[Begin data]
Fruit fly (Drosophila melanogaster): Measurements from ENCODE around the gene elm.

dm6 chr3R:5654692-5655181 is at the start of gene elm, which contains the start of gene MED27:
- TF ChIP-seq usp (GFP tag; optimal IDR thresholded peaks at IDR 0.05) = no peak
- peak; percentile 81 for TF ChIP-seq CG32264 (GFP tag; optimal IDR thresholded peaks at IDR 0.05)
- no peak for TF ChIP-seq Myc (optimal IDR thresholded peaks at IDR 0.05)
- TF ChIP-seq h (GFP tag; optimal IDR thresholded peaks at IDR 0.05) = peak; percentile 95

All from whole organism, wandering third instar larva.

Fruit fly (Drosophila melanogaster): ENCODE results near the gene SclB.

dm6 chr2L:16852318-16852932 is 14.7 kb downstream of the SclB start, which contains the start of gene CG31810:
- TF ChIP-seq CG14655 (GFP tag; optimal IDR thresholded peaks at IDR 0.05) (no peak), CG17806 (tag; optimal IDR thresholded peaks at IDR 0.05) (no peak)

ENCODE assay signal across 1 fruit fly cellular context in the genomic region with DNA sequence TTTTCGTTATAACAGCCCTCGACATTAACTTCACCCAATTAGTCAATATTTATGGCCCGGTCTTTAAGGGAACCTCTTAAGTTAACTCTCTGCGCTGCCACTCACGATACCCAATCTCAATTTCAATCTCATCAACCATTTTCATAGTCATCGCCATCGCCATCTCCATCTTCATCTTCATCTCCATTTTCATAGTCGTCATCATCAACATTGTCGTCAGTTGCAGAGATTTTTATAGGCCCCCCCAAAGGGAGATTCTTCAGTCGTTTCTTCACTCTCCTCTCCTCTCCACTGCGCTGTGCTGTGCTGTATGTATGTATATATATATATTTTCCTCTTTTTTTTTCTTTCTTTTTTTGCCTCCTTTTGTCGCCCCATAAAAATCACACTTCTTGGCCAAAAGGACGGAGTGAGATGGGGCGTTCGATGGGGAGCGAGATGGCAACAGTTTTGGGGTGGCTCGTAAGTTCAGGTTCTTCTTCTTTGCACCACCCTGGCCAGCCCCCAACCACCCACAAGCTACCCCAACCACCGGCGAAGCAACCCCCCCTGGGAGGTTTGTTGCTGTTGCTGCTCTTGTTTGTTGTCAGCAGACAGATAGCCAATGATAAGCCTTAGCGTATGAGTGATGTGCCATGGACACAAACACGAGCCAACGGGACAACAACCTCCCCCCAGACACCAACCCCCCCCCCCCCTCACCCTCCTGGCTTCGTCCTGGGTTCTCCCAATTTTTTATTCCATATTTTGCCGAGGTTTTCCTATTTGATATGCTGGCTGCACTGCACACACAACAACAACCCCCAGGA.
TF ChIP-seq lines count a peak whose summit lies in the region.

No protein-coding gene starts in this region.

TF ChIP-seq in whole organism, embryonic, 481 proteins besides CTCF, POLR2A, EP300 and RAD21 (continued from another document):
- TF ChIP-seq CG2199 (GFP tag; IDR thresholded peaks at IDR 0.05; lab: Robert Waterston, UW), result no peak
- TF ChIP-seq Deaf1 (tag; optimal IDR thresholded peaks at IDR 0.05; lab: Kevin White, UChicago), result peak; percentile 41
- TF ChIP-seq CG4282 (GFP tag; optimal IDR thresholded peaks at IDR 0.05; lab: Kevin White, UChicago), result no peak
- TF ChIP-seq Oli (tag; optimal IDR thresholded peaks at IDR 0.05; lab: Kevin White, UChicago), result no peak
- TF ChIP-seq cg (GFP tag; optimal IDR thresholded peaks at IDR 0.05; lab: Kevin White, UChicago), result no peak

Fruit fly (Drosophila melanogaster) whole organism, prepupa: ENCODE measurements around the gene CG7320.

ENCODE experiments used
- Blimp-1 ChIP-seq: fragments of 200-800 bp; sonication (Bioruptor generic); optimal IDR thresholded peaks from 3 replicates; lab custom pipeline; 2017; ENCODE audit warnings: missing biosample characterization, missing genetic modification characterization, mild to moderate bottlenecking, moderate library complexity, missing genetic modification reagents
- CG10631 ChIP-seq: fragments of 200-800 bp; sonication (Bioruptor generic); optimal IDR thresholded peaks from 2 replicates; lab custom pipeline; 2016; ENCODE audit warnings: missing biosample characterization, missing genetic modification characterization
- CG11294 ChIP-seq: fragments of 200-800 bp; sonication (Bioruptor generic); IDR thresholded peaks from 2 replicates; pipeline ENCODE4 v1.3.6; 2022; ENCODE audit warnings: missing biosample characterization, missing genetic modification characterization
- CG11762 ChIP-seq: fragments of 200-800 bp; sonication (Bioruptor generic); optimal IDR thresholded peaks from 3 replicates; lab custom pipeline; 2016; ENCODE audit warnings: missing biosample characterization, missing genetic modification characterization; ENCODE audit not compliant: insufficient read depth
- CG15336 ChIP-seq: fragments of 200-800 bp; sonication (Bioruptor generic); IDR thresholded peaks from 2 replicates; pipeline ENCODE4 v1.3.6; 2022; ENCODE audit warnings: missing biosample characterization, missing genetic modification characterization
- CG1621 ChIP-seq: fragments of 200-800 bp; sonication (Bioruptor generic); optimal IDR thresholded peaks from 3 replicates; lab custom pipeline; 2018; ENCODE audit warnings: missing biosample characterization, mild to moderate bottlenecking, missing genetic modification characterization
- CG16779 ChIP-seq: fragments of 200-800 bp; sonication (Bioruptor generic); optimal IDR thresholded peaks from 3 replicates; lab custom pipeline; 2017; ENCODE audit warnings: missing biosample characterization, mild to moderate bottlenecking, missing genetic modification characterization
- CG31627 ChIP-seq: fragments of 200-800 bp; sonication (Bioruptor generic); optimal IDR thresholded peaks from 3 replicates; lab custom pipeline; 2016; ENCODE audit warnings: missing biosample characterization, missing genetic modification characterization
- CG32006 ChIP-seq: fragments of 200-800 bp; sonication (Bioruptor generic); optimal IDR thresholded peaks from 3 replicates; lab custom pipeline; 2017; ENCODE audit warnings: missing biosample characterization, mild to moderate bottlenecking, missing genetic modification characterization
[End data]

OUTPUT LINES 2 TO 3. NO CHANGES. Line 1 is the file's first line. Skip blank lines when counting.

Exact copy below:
dm6 chr3R:5654692-5655181 is at the start of gene elm, which contains the start of gene MED27:
- TF ChIP-seq usp (GFP tag; optimal IDR thresholded peaks at IDR 0.05) = no peak